Did something cool last night. I need to document it before I forget how to do it again. This is incomplete and I am pasting it here to check out stuff before moving it into the (currently not open) articles area. Move along now, I am just using this space as a scratchpad.
Building FEAP using the Intel Fortran Compiler on Windows
v 0.0 (The “it’s up, but barely” release.) © 2003 – Me
(Non) Standard disclaimer: The code itself not free software. I am not releasing code, just instructions on key modifications to certain files to get it to build on a different compiler in a different platform. I don’t think this is horribly evil, or more importantly, illegal. If it is, please let me know, and I will remove this content. Also, the content is not guaranteed to be complete or correct. Use this information at your own risk and all that. The changes themselves are currently quite preliminary. The list will be slowly modified and corrected as I learn more. However, if you note some gross errors, let me know. I will fix it.
After getting FEAP up and running on GNU/Linux with gcc/g77 and icc/ifc, and combinations of the compilers (with different levels of optimization), I was in danger of actually using the code to get some useful work done. Then it dawned on me that I had a whole new untried OS to repeat this shenanigans. I am justifying all of this to myself as, “I really haven’t begun to use it productively yet, why not try and find the fastest/easiest set of tools to work with before I really do.”
Actually, I think this mentality has something to do with it.
Also this should be more “fun”, since code had to be hacked to make it “happy” to be in a different environment, and makeable with a different tool chain. I am happy to say, after 14 or so straight hours of mucking around with Fortran graphics code and hacking intel header files, it now lives. Probably not entirely happy, but lives none the less.
I decided to document my steps in order that brave souls attempting this in the future (me included) will find the road a little easier. I begin with a standard, totally unmodded source set, version 7.4 in my case. I don’t believe that it will be horribly different for other versions,but I haven’t tried it, yet. The same goes for FEAPpv.
My “build chain” includes Visual Studio .NET (not entirely necessary, but does make life easier at times, and a lot harder at others.), and the Intel Fortran compiler. The first I got free from the uni, since apparently they’ve made some sort of pact with the devil. The Intel Fortran compiler for windows, ifl from now on, I downloaded for “free” from here. Yes, it is “free” only for a month. And I plan to pay the 30$ if the performance gains are impressive enough. This was a major motiviation for this work too. If the gains from Compaq Visual Fortran are as extreme as the g77 to ifc jump, it should be totally worth it. More on that later.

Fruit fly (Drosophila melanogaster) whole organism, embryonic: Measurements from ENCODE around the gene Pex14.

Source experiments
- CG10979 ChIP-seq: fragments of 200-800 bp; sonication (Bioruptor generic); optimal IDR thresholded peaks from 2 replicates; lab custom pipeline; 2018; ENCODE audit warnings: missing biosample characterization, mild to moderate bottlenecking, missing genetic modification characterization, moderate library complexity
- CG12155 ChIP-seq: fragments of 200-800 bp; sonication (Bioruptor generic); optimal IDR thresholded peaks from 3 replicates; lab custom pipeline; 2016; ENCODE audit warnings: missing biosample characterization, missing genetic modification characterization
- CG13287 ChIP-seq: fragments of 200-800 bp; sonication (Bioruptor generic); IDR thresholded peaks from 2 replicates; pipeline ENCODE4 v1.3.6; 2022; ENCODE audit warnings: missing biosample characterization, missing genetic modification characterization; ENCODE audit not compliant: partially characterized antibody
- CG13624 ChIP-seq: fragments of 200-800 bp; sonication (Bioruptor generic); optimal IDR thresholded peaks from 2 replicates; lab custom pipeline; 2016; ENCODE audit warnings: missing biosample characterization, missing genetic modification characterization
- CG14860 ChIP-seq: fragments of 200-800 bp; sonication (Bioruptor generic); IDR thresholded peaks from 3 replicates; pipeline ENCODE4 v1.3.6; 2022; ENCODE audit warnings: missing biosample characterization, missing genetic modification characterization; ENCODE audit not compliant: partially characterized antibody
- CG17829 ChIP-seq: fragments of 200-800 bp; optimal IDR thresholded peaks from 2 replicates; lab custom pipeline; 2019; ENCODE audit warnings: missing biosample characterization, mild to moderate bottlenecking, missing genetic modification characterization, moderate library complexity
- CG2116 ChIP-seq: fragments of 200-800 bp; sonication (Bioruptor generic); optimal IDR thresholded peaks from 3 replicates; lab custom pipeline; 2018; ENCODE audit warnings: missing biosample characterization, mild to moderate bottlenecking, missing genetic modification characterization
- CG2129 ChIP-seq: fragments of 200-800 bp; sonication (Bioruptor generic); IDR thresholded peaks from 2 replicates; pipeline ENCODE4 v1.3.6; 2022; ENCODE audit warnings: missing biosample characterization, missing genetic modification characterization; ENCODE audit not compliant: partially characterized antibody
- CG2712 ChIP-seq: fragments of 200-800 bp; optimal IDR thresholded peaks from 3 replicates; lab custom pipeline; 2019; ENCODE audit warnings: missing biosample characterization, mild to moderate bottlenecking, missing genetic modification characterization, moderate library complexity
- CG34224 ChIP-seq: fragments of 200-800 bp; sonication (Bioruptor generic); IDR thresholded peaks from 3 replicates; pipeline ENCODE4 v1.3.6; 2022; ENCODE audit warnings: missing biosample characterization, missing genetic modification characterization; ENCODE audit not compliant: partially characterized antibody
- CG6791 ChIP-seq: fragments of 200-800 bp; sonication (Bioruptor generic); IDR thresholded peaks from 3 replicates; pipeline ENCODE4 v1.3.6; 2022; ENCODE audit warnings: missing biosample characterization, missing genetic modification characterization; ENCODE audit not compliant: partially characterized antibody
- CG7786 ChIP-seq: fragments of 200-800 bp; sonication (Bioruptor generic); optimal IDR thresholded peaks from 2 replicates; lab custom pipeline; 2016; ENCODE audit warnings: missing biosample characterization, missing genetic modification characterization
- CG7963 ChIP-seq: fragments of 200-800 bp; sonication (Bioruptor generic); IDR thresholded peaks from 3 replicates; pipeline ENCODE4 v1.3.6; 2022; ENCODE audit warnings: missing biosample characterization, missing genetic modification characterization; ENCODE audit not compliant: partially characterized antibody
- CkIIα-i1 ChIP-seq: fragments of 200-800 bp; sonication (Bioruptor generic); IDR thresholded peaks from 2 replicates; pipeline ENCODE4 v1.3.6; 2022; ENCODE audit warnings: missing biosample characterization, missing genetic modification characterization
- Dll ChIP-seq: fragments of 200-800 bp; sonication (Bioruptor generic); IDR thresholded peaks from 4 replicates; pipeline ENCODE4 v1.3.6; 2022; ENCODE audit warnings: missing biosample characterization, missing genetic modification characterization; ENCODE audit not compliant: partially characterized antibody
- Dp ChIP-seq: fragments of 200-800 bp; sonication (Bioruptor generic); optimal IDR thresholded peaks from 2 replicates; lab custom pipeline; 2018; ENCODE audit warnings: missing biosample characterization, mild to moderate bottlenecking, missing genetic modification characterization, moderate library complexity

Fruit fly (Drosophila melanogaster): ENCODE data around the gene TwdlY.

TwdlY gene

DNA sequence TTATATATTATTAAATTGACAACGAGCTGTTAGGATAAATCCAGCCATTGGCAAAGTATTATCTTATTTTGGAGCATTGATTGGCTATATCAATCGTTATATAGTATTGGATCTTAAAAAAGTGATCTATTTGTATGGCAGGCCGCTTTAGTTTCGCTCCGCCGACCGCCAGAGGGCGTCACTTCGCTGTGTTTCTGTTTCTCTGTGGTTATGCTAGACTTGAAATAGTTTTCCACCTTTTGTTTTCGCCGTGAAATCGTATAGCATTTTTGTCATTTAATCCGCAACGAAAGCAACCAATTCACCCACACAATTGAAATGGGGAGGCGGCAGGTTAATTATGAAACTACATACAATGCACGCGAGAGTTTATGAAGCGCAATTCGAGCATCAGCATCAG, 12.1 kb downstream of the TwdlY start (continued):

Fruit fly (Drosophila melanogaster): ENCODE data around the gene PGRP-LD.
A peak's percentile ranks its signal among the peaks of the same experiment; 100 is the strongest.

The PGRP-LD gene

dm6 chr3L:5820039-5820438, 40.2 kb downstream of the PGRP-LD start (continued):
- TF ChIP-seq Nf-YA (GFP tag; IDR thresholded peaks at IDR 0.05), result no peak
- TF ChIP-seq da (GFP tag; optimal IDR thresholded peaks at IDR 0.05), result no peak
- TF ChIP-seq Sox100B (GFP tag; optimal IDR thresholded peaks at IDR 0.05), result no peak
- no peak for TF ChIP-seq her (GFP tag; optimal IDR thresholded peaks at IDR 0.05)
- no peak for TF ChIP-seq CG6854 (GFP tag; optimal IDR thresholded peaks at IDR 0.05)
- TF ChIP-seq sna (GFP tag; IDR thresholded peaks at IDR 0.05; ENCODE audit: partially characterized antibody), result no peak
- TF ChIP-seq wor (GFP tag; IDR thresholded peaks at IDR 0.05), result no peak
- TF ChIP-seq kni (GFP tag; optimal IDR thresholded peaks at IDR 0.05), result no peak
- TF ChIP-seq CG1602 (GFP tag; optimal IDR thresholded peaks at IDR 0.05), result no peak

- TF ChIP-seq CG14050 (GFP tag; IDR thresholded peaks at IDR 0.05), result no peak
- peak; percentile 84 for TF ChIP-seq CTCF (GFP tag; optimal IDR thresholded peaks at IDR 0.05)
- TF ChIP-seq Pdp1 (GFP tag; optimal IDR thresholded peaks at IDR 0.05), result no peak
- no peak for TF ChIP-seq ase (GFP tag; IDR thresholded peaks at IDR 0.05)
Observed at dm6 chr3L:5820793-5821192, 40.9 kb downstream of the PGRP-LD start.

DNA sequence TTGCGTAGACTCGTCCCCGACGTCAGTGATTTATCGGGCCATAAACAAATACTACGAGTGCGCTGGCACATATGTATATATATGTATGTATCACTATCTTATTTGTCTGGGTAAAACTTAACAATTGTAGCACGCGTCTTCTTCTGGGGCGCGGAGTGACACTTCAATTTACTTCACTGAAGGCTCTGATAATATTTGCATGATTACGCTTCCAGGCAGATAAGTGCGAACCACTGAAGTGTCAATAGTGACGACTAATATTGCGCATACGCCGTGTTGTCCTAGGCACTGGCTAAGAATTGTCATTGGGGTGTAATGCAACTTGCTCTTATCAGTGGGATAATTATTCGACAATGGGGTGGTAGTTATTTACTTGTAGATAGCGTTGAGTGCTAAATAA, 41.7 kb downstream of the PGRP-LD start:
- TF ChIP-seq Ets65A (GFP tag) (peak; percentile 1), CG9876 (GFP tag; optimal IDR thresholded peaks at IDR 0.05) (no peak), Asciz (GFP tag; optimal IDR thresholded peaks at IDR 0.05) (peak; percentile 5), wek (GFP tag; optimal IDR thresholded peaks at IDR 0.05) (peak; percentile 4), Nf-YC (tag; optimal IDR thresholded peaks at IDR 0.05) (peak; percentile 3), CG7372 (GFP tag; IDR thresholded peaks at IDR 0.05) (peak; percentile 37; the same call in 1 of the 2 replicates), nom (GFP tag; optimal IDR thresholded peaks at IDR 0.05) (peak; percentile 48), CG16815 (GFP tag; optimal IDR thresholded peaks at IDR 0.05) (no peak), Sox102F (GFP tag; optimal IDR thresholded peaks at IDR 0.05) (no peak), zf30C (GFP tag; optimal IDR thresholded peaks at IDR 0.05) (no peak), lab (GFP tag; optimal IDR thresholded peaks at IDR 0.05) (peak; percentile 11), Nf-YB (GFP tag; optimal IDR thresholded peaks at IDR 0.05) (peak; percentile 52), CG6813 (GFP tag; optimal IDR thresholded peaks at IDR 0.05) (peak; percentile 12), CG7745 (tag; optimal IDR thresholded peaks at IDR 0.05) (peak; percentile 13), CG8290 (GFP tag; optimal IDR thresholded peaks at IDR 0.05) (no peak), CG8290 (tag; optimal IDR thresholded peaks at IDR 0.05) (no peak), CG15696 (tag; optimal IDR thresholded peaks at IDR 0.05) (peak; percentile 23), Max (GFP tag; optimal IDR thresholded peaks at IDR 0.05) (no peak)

First, I have to say, apart from the inherent evilness of being non-free, ifl is an insanely cool piece of software. It also has the best documentation I have ever seen for software, ever. Download it, and install it. This involves some registration key and things, which annoy but need to be done. The cool thing here is that it “integrates” with Visual Studio .NET, VSN, for short. By integrating, I mean it now shows a little Intel logo on the splash screen, and more importantly, new projects now can be in Fortran (of different types), apart from the usual C++, C# and what not projects.
Unzip your FEAP source to some convenient location, (eg: C:\Work\FEAP) a place I will be calling $FEAPHOME. So, the source itself exists in different folders in $FEAPHOME/ver74 . Read readme.compaq in $FEAPHOME. It is very useful, though the steps have to be changed to get it working with ifl. The basic idea is the same, the source has to be built in groups that form different libraries, which are all finally linked together to form the FEAP executable.
The libraries specified in readme.compaq are as logical as any other I could think of, so we’ll use something similar. viz. program.lib, element.lib, plot.lib, contact.lib and windows.lib.
(I just randomly use a mix and match of the VSN IDE and the ifl CLI. There’s no need for this, I just switch based on convenience. By which I mean, if you’re comfortable with the ifl CLI, you can hack the source with notepad or whatever and get it to build without requiring the gargantuan VSN installed. I had it anyway, so I used it. Plus, I was very impressed initially with how well ifl integrated with it, and had this intense urge to check it out.)
Open VSN and create a new “Fortran static library” project called “program”.
(The steps I’ve outlined here are just that, an outline. If you need details on how these different steps are carried out, I suggest you read $FEAPHOME/readme.compaq.)
/* Insert actual list of steps and changes here. */
Further articles in this vein involve different optimization levels, replacing the default solver with SuperLU and getting it to build parallely with SuperLU_MT. Now on to optimization changes. Conservative choices, BAH!